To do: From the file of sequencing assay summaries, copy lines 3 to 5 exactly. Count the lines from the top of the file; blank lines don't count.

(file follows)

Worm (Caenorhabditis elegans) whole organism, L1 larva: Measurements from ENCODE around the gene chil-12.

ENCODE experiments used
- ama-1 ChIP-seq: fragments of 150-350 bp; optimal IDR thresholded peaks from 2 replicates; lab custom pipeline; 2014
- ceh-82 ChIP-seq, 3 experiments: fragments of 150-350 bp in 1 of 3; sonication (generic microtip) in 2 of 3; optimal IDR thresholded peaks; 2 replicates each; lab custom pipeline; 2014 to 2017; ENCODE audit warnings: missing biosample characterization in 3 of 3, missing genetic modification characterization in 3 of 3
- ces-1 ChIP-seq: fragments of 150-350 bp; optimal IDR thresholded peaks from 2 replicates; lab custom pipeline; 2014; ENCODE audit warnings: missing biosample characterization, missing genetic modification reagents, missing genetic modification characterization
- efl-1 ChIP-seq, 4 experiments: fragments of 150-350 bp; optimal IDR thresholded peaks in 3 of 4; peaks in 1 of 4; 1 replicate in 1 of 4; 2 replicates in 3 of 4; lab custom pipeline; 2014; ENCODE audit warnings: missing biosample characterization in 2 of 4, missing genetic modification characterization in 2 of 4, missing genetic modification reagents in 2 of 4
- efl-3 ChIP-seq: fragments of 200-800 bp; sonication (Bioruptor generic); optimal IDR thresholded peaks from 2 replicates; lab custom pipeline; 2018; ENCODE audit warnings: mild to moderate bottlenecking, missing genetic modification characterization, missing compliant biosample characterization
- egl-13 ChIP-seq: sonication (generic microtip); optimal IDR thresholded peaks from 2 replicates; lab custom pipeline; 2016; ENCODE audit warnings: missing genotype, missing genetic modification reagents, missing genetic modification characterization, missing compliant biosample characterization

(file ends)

- ama-1 ChIP-seq: fragments of 150-350 bp; optimal IDR thresholded peaks from 2 replicates; lab custom pipeline; 2014
- ceh-82 ChIP-seq, 3 experiments: fragments of 150-350 bp in 1 of 3; sonication (generic microtip) in 2 of 3; optimal IDR thresholded peaks; 2 replicates each; lab custom pipeline; 2014 to 2017; ENCODE audit warnings: missing biosample characterization in 3 of 3, missing genetic modification characterization in 3 of 3
- ces-1 ChIP-seq: fragments of 150-350 bp; optimal IDR thresholded peaks from 2 replicates; lab custom pipeline; 2014; ENCODE audit warnings: missing biosample characterization, missing genetic modification reagents, missing genetic modification characterization